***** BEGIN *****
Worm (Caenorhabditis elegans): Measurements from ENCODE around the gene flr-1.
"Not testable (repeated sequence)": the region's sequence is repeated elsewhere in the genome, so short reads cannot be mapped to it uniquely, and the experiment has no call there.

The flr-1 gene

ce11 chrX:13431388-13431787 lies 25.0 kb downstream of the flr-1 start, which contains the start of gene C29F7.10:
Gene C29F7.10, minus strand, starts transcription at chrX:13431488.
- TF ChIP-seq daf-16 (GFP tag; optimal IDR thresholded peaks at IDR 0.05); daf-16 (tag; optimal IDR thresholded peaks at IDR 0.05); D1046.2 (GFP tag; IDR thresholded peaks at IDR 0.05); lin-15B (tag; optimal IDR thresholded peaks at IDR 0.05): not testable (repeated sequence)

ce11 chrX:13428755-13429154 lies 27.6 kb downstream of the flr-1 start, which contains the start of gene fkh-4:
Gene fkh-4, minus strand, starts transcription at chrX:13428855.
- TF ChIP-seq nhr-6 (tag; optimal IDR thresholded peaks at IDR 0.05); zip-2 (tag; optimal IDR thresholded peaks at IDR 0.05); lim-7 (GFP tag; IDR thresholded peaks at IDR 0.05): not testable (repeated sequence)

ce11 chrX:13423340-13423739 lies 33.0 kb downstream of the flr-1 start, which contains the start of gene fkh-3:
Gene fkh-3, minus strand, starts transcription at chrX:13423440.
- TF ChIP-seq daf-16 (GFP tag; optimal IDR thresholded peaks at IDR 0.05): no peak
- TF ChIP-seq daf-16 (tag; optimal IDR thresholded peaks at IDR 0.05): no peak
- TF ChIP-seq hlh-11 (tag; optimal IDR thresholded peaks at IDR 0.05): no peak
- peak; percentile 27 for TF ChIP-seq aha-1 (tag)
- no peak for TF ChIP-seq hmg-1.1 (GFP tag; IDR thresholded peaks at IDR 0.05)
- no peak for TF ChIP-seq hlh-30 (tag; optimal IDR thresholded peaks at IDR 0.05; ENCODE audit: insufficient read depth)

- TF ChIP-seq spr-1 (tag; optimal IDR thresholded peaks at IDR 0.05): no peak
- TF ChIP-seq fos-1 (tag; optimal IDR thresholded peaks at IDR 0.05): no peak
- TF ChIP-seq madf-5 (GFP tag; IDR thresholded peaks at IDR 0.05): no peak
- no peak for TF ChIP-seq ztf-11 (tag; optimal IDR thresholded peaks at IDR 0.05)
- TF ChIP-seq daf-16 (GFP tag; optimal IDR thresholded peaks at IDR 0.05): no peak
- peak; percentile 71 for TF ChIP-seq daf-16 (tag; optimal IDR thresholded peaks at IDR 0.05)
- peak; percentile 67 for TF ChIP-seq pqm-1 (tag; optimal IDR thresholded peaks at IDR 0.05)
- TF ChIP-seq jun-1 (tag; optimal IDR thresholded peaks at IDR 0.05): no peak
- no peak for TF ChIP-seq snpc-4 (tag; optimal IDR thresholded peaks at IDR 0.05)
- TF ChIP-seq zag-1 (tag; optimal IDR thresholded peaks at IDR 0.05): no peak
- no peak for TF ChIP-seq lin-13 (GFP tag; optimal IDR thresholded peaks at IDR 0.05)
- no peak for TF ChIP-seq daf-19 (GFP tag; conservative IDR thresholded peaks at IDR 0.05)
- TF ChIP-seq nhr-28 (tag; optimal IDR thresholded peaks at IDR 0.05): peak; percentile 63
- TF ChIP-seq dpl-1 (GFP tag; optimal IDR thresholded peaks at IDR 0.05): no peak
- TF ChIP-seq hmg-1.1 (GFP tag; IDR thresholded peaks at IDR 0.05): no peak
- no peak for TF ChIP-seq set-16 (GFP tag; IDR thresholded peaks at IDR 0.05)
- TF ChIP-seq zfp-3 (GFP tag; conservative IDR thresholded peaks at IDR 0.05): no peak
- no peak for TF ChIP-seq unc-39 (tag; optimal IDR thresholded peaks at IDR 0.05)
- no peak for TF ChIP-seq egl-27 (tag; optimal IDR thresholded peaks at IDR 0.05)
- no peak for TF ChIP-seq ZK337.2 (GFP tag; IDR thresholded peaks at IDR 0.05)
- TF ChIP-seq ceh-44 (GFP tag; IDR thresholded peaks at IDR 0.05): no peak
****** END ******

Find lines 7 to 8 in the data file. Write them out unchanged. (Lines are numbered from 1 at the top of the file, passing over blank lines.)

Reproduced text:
ce11 chrX:13428755-13429154 lies 27.6 kb downstream of the flr-1 start, which contains the start of gene fkh-4:
Gene fkh-4, minus strand, starts transcription at chrX:13428855.